JERUSALEM (Reuters) – U.S. Middle East Envoy George Mitchell returned to Jerusalem Thursday, in advance of a visit by Secretary of State Hillary Clinton, to try to revive Israeli-Palestinian peace negotiations.
Israeli and Palestinian officials have held out little chance of an imminent resumption of talks suspended since December.
Palestinian President Mahmoud Abbas insists Israel freeze settlement activity under a 2003 “road map” for peace, a demand Israeli Prime Minister Benjamin Netanyahu has rejected.
Mitchell began his 10th mission as envoy to Israel and the Palestinian territories by attending a state memorial for former Israeli prime minister Yitzhak Rabin, who was assassinated 14 years ago by a right-wing Jew opposed to his peace efforts.
He holds talks with Israeli Defense Minister Ehud Barak on Thursday and meets Netanyahu Friday. It was not immediately clear when he would see Palestinian officials.
Clinton, currently visiting Pakistan, will travel to the Middle East and see Netanyahu and Abbas over the weekend, ramping up U.S. efforts to achieve Israeli-Palestinian peace.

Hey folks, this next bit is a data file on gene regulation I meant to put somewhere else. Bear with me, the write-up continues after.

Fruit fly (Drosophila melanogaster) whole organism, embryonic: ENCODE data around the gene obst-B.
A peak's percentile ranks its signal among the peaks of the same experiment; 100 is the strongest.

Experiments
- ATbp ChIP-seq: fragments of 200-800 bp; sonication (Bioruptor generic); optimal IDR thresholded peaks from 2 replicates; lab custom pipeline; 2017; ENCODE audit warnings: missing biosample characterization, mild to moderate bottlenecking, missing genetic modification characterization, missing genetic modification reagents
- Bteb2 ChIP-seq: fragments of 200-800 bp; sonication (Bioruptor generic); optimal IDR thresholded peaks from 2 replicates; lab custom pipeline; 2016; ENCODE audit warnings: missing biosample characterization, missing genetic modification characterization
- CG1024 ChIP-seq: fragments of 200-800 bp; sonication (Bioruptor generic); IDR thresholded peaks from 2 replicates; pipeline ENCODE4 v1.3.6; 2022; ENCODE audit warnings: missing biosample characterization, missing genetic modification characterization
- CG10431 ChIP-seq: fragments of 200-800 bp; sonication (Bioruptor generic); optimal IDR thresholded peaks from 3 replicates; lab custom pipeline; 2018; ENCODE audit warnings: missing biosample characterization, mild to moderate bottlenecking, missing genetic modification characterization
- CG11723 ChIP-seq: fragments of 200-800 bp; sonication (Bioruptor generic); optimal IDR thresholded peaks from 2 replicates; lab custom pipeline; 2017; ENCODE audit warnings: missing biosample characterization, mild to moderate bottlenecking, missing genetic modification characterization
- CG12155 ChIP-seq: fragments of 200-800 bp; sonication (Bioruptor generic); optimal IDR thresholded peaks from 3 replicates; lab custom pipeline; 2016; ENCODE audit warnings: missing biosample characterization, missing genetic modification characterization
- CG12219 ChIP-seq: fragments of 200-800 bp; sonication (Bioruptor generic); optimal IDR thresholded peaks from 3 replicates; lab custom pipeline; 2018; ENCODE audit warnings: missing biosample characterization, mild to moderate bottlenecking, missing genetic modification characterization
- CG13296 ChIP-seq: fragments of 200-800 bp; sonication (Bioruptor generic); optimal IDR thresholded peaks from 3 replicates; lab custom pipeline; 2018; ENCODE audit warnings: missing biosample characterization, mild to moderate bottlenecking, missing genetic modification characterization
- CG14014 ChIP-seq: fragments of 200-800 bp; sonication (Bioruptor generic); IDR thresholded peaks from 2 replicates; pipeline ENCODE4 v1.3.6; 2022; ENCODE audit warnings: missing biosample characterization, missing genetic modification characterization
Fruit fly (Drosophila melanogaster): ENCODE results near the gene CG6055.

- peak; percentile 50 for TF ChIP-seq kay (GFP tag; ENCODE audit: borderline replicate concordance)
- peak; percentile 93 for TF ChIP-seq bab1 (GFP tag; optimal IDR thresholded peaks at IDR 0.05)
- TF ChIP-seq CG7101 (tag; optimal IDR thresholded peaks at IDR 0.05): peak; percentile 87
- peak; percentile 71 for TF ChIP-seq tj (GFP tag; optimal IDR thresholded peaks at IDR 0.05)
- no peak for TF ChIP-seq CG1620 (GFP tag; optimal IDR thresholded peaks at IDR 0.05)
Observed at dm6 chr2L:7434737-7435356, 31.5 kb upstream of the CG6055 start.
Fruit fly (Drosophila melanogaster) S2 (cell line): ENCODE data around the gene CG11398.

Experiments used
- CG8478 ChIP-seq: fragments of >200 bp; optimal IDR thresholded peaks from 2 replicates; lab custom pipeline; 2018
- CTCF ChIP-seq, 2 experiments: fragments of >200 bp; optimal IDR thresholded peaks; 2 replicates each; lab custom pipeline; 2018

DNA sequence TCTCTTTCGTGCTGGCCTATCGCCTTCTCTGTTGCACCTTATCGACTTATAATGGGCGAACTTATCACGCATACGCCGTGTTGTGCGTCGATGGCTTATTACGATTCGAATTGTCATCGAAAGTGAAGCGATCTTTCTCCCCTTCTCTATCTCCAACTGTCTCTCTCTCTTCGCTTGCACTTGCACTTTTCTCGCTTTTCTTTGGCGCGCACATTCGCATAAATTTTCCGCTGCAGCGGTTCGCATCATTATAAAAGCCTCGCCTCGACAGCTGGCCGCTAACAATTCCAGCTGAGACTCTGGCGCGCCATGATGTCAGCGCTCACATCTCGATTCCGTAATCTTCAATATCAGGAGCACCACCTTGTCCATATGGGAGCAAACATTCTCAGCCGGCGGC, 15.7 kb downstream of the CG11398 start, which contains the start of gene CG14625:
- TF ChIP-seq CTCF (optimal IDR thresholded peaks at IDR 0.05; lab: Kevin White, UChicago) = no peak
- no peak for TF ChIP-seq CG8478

“These meetings will build on the intensive work the administration has engaged in with both sides since the trilateral meeting last month,” State Department spokesman P.J. Crowley said in a statement, referring to talks U.S. President Barack Obama held with Netanyahu and Abbas in New York.
“As Secretary Clinton reported to the president last week, challenges remain as we continue to work with both sides. Her visit reflects the administration’s commitment — and her personal commitment — to work through the challenges we face in pursuit of comprehensive Middle East peace.”